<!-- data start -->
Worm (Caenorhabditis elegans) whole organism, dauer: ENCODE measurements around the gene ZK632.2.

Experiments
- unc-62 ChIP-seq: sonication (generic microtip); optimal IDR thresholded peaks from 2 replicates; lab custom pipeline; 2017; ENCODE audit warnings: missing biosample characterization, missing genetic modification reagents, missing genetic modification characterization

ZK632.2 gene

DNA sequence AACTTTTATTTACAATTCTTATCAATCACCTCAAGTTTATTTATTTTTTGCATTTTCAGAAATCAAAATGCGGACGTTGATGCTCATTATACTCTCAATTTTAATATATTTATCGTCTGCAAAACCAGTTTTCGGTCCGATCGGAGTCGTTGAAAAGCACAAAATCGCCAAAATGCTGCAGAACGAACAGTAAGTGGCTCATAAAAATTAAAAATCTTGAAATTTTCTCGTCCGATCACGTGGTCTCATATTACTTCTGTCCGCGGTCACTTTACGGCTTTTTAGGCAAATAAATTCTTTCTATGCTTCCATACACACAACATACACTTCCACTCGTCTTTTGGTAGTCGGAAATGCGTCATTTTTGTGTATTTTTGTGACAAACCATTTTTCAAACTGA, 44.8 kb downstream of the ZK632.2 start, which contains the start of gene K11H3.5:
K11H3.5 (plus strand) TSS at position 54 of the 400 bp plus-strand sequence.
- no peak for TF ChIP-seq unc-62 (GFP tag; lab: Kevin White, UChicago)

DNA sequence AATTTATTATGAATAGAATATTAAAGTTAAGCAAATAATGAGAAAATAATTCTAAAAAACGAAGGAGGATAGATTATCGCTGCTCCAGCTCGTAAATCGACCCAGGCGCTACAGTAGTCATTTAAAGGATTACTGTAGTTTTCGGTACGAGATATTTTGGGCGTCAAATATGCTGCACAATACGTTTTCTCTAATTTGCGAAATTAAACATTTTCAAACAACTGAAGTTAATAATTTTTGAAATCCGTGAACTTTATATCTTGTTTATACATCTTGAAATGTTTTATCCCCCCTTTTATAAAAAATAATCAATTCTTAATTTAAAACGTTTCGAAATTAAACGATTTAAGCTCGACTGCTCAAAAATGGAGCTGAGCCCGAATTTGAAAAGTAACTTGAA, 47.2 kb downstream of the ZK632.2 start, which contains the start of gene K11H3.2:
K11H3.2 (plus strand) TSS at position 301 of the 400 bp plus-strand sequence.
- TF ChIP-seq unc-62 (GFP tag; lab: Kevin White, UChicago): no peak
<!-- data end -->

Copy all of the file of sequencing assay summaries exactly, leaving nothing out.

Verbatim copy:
Worm (Caenorhabditis elegans) whole organism, dauer: ENCODE measurements around the gene ZK632.2.

Experiments
- unc-62 ChIP-seq: sonication (generic microtip); optimal IDR thresholded peaks from 2 replicates; lab custom pipeline; 2017; ENCODE audit warnings: missing biosample characterization, missing genetic modification reagents, missing genetic modification characterization

ZK632.2 gene

DNA sequence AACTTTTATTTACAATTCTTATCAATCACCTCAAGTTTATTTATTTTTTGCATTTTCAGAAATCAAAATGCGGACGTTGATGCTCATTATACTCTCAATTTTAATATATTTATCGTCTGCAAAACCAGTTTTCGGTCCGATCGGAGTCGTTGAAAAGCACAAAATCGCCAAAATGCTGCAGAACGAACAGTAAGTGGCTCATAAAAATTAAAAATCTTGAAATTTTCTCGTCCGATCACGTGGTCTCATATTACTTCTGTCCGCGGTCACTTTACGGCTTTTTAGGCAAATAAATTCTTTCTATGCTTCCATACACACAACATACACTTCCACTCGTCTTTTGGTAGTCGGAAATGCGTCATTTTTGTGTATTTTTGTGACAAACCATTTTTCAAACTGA, 44.8 kb downstream of the ZK632.2 start, which contains the start of gene K11H3.5:
K11H3.5 (plus strand) TSS at position 54 of the 400 bp plus-strand sequence.
- no peak for TF ChIP-seq unc-62 (GFP tag; lab: Kevin White, UChicago)

DNA sequence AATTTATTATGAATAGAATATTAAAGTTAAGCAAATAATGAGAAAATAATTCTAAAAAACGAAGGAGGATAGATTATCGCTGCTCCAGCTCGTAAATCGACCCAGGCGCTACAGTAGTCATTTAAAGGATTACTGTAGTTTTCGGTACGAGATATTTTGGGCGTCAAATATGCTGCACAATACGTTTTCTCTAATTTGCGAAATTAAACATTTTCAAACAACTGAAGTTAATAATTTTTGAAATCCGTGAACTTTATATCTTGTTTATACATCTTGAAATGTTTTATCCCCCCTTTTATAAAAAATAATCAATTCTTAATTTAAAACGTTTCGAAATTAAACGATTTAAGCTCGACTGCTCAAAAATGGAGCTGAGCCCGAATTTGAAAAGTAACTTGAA, 47.2 kb downstream of the ZK632.2 start, which contains the start of gene K11H3.2:
K11H3.2 (plus strand) TSS at position 301 of the 400 bp plus-strand sequence.
- TF ChIP-seq unc-62 (GFP tag; lab: Kevin White, UChicago): no peak